Dwarves and Queers Bring Chaos to Alex's Bar on St. Paddy's Day
The Dwarves' Blag Dahlia and HeWhoCannotBeNamed perform at Alex's Bar on St. Patrick's Day.
What better way could one spend St. Patrick’s Day than in pursuit of a leprechaun? As it turns out, they are every bit as elusive as the stories tell. Hell, never mind a leprechaun, nowadays one could have a difficult enough time tracking down a shamrock shake. In lieu of the perennial, minty-flavored, partially gelatinated, non-dairy, gum-based beverage, and without the luck of finding one of those diminutive fairies, one could have deferred to seeing a punk show — featuring The Dwarves and The Queers — at Alex’s Bar, in Long Beach.
There wasn’t a whole lot of green on display at Alex’s Bar on this St. Patrick’s Day. Fashions that were in abundance included spiked studs on denim, leopard print clothes, leather skirts, flannel shirts, and, of course, tattooed skin. These fashions were being sported by 20 and 30-somethings that were less music fans than hardcore soldiers with skin tough enough to withstand the occasional flying elbow and limbs pliable enough to yield to the pressure of the swelling mob.
On the subject of contortion, Patrick Jones, the lead singer of openers The Mormons, kept the crowd’s attention by going full-retard with his antics. That’s not the only thing that the group is about (nor are their Mormon-inspired uniforms), but the band’s high energy powerhouse music is a great complement to Jones’s theatrics. One of the highlights occurred when Jones spasmed his way across the floor, into the bar’s photo booth, where he proceeded to take pictures of himself while singing. During the automated booth’s cycle, Jones was joined in the booth by several fans — including a girl who lifted her shirt for the camera.
The next band on the roster was the all-female group Bad Cop Bad Cop. As these lasses began their set, the club’s floor space (which had previously allowed Jones the freedom to flop about) became more densely populated by warm bodies with nodding heads. Bad Cop Bad Cop was clearly having a lot of fun as they smiled throughout much of their catchy set of tunes. Vocalist / guitarist Jennie Cotterill took a brief pause between a couple of songs to invite people to volunteer at this summer’s Rock 'n Roll Camp for Girls Orange County, an educational enterprise geared towards empowering girls through music.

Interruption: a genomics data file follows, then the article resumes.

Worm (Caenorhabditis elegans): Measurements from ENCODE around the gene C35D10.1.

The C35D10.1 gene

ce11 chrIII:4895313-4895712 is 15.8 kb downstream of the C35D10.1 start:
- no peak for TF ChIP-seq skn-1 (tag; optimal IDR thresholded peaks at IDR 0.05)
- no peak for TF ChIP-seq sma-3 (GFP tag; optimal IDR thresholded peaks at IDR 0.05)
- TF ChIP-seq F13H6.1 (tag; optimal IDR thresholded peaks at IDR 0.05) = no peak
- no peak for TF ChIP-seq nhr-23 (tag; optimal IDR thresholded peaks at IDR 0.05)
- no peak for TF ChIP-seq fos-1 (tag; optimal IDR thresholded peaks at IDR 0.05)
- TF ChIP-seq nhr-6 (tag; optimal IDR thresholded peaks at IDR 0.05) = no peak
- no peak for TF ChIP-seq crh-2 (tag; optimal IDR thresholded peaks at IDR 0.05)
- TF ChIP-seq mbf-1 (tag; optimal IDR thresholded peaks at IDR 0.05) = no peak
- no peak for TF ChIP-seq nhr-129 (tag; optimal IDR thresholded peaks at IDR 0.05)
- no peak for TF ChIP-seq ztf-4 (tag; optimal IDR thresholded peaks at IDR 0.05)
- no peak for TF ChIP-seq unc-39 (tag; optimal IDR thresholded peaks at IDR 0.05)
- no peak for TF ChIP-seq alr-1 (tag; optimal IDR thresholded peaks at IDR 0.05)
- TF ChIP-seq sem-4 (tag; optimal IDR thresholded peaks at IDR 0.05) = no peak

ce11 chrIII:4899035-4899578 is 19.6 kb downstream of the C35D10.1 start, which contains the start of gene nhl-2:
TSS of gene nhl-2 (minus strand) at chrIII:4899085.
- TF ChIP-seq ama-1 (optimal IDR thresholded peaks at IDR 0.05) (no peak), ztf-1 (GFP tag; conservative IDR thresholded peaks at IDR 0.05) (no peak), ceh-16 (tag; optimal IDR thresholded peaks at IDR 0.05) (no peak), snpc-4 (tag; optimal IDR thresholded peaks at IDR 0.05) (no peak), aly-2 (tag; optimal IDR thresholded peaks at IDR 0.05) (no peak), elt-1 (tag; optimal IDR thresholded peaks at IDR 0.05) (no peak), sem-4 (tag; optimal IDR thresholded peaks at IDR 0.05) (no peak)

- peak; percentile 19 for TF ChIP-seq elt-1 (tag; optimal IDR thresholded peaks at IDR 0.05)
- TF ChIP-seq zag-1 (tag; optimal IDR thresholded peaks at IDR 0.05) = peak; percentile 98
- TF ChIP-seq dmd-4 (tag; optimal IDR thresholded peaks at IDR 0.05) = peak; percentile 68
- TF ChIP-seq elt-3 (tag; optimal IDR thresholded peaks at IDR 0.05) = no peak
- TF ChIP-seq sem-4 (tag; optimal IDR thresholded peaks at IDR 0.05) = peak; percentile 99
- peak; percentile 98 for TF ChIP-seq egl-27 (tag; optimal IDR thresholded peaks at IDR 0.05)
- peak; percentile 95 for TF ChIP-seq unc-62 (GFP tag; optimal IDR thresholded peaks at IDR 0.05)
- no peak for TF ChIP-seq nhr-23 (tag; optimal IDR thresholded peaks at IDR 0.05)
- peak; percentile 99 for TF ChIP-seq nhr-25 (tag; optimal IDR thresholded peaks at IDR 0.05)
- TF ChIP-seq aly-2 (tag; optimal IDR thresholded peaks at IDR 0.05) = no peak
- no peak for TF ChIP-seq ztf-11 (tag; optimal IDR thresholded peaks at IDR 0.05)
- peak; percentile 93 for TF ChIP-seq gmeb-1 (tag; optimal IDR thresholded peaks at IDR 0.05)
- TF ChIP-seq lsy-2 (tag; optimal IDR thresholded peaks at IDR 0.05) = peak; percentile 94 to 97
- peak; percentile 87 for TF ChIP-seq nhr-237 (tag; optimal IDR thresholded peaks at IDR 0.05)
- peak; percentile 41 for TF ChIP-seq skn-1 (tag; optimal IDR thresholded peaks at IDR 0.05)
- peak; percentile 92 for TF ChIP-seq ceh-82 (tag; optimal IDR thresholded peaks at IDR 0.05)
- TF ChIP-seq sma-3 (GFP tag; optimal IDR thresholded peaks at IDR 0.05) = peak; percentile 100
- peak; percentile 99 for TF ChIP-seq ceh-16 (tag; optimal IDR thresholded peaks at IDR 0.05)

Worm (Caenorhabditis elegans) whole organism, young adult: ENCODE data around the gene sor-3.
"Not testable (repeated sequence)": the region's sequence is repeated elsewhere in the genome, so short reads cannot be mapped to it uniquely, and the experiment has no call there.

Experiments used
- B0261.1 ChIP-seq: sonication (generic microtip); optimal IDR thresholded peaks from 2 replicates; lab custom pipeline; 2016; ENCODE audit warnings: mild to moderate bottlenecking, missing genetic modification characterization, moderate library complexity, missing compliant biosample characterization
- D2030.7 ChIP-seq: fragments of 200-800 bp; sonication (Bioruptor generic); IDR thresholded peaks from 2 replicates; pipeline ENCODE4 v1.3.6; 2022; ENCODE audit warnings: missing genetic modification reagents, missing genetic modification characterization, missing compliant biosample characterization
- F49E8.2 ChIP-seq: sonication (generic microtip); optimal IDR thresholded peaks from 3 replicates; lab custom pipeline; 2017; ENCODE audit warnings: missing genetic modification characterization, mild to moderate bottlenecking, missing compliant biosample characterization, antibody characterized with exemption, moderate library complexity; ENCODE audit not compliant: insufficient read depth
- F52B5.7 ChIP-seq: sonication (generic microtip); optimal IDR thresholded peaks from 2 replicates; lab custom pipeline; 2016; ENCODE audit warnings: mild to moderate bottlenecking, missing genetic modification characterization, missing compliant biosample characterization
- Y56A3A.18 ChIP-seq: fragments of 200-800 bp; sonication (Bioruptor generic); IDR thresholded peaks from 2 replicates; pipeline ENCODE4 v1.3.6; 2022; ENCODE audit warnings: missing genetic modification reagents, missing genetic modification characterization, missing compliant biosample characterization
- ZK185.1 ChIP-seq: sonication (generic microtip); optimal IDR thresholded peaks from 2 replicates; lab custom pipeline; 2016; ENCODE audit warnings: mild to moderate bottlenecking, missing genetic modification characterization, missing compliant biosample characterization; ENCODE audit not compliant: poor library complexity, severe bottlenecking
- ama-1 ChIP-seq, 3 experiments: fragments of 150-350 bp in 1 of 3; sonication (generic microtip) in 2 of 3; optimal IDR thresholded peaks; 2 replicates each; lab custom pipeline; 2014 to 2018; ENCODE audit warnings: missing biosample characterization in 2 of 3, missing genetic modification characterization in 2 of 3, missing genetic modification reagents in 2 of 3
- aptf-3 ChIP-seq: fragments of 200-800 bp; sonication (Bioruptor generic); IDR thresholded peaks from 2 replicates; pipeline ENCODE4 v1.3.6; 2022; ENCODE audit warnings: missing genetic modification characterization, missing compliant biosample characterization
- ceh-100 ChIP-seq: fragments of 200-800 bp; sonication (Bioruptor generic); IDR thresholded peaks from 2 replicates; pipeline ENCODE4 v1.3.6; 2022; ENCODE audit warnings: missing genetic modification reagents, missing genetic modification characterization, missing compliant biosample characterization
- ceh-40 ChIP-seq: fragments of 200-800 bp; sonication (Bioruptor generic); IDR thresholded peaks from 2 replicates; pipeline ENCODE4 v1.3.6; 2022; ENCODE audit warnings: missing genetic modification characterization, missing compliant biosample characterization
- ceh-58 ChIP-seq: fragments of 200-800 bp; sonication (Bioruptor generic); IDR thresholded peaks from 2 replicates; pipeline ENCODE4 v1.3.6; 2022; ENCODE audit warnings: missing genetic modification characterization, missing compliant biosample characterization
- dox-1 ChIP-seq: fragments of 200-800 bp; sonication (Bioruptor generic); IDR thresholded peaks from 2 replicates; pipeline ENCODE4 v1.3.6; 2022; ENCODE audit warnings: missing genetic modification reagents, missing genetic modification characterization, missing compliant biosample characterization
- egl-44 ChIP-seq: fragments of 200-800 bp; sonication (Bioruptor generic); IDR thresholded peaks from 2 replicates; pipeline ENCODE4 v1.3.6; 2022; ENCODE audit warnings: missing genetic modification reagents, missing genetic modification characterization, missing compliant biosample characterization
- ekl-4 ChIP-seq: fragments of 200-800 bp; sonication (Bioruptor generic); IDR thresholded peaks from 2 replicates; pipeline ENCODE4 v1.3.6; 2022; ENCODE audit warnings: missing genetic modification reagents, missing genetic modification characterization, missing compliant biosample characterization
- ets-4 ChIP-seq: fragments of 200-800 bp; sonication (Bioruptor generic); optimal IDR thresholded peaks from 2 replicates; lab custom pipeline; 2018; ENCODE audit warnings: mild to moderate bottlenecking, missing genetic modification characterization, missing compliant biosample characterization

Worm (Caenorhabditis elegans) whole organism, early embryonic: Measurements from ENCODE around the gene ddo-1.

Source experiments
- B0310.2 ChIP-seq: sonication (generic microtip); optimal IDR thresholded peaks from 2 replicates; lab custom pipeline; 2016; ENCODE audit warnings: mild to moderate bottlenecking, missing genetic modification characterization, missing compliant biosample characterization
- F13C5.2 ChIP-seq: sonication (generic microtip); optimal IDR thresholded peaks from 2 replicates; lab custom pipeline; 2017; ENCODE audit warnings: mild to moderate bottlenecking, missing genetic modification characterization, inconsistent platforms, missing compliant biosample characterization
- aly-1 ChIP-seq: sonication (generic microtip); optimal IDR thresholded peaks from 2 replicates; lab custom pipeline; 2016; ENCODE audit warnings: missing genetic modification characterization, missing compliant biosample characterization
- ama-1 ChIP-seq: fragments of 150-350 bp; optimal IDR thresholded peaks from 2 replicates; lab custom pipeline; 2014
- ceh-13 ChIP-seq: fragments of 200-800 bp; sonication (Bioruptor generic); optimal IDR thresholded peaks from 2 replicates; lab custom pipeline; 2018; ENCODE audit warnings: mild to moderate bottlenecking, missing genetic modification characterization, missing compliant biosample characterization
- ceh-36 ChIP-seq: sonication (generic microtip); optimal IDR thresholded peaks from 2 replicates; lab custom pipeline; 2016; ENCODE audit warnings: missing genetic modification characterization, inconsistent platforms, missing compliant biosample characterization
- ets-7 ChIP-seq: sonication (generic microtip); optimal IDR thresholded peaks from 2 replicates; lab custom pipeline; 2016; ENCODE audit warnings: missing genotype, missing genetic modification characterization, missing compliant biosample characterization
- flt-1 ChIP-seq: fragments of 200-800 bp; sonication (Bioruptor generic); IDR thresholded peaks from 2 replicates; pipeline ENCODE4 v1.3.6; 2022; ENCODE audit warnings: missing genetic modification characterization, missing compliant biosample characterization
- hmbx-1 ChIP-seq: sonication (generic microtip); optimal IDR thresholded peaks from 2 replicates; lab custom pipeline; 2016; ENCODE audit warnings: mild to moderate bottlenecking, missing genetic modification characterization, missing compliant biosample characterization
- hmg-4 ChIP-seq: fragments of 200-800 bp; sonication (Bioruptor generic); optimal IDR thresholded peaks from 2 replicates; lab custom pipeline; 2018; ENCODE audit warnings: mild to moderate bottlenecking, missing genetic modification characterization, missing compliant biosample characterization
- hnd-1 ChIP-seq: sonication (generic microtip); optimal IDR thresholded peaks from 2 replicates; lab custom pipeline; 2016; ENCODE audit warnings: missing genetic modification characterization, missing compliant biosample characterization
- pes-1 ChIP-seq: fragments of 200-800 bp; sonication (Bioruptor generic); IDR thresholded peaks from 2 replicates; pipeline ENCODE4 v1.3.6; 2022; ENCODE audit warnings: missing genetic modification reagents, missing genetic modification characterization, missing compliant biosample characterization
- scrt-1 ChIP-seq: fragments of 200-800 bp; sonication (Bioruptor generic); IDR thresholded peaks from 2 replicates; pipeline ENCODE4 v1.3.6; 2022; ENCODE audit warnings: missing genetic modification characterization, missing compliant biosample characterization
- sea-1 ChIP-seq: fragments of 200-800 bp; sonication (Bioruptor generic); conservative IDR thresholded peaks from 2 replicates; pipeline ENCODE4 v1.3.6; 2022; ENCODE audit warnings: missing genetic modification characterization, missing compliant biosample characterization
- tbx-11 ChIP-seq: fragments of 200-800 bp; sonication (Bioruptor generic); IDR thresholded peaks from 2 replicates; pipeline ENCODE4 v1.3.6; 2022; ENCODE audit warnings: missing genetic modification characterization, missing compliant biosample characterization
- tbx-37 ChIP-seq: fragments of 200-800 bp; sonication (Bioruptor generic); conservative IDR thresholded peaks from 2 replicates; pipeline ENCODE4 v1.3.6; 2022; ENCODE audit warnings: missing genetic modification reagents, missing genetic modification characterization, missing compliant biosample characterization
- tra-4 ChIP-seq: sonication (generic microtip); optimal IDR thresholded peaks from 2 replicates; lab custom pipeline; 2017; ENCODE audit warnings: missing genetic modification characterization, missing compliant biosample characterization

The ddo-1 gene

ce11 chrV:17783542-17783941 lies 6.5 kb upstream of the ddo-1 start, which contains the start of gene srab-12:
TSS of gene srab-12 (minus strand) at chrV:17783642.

It was about 10:20 p.m. when The Queers hit the stage and the pit got serious. Woe unto this reporter / photographer who braved the front of the crowd to get some pics, as elbows from the moshers flew indiscriminately into various shoulder blades and fleshy areas. The band played furiously throughout their half-hour set — rarely stopping between songs. Highlights of their highly energetic but difficult to understand songs [thanks to a lousy mic] included: “This Place Sucks,” “Kicked Out of the Webelos,” and “Night of the Living Queers.”
Dangerous Dave of The Queers performing at Alex's Bar.
For The Dwarves’ show, any remaining traces of decorum in the audience quickly disappeared. Lead singer Blag Dahlia lept into the audience during the first or second song, and immediately following this, various audience members crowd-surfed on waves which broke at the front of the stage, sometimes landing the surfer on stage and sometimes landing him on the head of a short punk rock girl. For the entire set, the whole room became a swaying blob-like formation which periodically expanded to the point that the back exit door was forced open (which allowed a refreshing breath of cool air but which an employee of Alex’s Bar routinely fought his way to and pulled closed). In addition to the sensation of being randomly pelted by flying ice cubes, memorable moments of The Dwarves’ one hour set included performances of “Let’s Fuck,” “Dominator,” and “Sluts of the USA.”
Though it wasn’t a particularly Irish-themed concert, there was plenty of booze and good-spirited violence at Alex’s Bar on this St. Patrick’s Day — that and, of course, great music and a few bruises to remember the occasion.
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